Geology and Human Health Case Studies Collection

These case studies were developed by students in the 2012 introductory-level Geology and Human Health course offered by the Department of Earth Sciences at Montana State University. This course is offered for non-geoscience majors and counts for our Core Curriculum credit in the Contemporary Issues in Science rubric.


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Airborne Microbes
In order to educate you about airborne microbes in different environments, I will let you know a little bit about when, where and how you can find these little, microscopic buggers and what kind of affect they'll have on you or your family. Everyone has their own natural microorganisms that live on, in and around their own bodies. These bacteria are known as natural flora and our own bodies (specifically the immune system) recognize that they are good for us. We, as humans, would not survive without such creatures. However, this website gives information regarding pathogenic microorganisms in general. That is, things that you can't see causing physical harm.

Silicon, Silicates and Silicosis
If you are exposed to dust in the atmosphere from natural or human-caused sources, you may be at risk for permanent health damage due to silicosis. To find out more about the risks, health impacts, and ways to protect yourself please read on.

The Health Effects of Hurricane Katrina
Hurricane Katrina was one of the strongest storms to hit the United States coast within the last 100 years. It devastated New Orleans and caused many health concerns for the public. The water left from the storm left little clean water to use, buildings completely destroyed, and the public at a loss for words. Nothing can truly stop these types of storms, all one can do is know what to look out for and how to protect themselves as best as they can.

Radiation and Nuclear Health Hazards
When we think of radiation we may immediately think of only dangerous and harmful things. In reality, the word radiation refers to any transfer of energy through space from a source. Some examples of radiation include sunlight, radio waves, x-rays, heat, alpha, beta, gamma ionizing radiation, and infrared, just to name a few. Not all of these types of radiation are harmful, in fact, in moderation, most radiation will not pose a health risk. Certain types of radiation, however, can be dangerous, even in small doses.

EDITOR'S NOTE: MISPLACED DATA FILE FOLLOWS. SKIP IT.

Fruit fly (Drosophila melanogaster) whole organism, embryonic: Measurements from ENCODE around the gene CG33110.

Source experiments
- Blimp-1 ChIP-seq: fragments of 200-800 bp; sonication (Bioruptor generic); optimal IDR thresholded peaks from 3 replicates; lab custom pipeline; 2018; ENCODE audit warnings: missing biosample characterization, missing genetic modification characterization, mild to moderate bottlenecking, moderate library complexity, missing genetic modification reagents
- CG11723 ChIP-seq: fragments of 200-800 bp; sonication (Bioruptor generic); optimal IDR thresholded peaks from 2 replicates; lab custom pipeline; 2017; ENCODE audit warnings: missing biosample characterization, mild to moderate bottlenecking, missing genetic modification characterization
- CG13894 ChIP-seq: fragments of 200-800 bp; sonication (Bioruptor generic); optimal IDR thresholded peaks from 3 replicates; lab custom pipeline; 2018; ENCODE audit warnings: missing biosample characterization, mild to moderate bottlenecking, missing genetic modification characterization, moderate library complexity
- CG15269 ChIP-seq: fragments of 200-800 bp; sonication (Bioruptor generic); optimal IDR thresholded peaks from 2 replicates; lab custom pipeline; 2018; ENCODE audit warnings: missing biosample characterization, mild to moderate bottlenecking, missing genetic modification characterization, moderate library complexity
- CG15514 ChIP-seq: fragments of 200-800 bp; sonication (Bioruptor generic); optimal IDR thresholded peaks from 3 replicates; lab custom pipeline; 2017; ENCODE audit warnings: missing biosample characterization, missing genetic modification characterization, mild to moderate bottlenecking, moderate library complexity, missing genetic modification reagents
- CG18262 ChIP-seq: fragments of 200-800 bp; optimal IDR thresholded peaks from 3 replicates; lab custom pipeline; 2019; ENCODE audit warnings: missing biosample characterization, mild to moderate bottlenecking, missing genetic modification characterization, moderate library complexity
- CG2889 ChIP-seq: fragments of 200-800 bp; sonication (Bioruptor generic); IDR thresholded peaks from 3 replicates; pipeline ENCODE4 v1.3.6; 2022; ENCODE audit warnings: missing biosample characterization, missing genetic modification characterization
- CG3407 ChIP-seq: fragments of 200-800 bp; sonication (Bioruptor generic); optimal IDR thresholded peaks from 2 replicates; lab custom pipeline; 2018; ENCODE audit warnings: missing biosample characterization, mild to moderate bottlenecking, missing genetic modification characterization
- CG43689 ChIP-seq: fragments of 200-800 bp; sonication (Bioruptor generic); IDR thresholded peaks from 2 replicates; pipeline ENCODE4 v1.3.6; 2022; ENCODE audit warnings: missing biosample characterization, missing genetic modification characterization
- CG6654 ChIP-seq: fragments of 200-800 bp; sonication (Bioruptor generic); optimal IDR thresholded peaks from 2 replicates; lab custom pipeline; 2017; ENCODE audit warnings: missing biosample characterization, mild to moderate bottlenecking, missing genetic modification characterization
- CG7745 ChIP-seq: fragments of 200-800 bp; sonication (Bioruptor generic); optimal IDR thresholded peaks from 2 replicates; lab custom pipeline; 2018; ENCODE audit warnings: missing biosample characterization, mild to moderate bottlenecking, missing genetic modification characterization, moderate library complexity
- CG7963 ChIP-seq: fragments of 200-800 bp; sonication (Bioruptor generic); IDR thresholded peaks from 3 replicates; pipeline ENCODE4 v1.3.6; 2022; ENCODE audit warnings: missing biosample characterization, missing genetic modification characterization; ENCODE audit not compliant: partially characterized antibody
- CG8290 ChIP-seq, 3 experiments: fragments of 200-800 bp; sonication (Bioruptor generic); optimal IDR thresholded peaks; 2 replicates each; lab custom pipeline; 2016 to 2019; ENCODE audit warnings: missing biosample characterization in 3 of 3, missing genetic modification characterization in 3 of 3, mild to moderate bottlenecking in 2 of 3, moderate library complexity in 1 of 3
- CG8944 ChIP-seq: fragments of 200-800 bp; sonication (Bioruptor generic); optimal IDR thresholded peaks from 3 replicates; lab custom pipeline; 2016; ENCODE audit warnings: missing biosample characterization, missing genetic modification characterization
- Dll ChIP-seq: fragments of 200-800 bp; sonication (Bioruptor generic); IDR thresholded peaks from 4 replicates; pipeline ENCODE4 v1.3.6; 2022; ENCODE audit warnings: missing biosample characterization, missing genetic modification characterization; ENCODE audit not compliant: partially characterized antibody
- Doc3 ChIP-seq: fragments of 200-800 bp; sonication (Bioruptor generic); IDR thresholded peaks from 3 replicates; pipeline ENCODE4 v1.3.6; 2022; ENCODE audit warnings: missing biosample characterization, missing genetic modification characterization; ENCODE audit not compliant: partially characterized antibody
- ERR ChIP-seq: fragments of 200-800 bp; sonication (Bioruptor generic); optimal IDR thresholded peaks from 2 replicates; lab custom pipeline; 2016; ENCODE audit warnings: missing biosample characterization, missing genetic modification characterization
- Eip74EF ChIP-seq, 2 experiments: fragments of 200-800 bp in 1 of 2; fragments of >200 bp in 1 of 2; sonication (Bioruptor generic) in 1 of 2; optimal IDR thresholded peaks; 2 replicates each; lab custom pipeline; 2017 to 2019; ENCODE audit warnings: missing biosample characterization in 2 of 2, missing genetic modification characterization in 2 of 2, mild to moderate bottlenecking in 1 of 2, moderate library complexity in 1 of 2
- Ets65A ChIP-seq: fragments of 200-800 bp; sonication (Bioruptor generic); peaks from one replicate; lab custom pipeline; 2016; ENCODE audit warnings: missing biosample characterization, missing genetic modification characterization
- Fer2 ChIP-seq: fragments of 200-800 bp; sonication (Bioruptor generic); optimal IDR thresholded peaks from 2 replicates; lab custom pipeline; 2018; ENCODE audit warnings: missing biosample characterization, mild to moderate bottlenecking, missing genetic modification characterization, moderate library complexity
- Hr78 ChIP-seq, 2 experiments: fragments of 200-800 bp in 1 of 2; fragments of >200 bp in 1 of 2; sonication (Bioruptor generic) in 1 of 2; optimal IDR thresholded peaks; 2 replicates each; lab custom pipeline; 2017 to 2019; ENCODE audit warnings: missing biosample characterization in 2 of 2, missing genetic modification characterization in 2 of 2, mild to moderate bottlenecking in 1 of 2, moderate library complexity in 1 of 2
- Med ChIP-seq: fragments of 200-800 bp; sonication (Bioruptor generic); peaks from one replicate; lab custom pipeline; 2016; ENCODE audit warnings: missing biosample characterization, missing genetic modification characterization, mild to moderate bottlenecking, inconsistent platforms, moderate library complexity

Radiation and Cancer
This web page provides information about the different types of radiation, where they come from, how they can impact your health, and what you can do to lower your chances of radiation exposure.

Asbestos at Thetford Mines, Quebec Canada
After being the focal point for the economies of nations such as Canada for a century, the asbestos industry looks to be all but dead. The health hazards that this silky-white product presents are now seen to outweigh the benefits of its fire, rust, and rot resistance, tensile strength, and sound absorption.

Airborne Dust Particles
Airborne dust is particle, or Particulate Matter (PM), pollution, and is one of the most significant air pollutants in Pima County. PM is made up of tiny solid particles or liquid droplets (a fraction of the thickness of a human hair) that float in the air we breathe. Because they are so small, you cannot see individual particles, but you can sometimes see the haze that is formed when millions of particles blur the spread of sunlight.

What Will Climate Change Mean for Lyme Disease?
The first case of Lyme disease to be reported in the United States was in the town of Lyme, Connecticut, in 1975. The disease is caused by a bite of a deer tick (Ixodes scapularis) leading to a bacterial infection (Borrelia burgdorferi). With the impending changes to the climate, scientists expect to see the reported cases of Lyme disease to increase, as well as the disease to be able to occur in areas it previously had not. Arming yourself with knowledge of the signs and symptoms of the infection is paramount for those who spend time outdoors.

Health Effects of Pesticides in The Great Lakes
The use of pesticides was not as common 10,000 years ago as it is today. Around 1945 "pesticides became common in most areas of the world" (W.R. Carlile). Pesticides are used to prevent unwanted pest (living organisms that occur where they are NOT wanted or cause damage to crops, or humans, or animals). Pesticides are hazardous chemicals that help destroy pest but are putting are environment at risk.

Agricultural Pesticides and Human Health
A pesticide is any substance or mixture of substances intended for preventing, destroying, repelling, or mitigating any pest (epa.gov). Pests can be defined as any organism that causes plant diseases. Agricultural pesticides are then those chemicals that are used by farmers to prevent the effectivity of the pests on the growth and productivity of agricultural crops.


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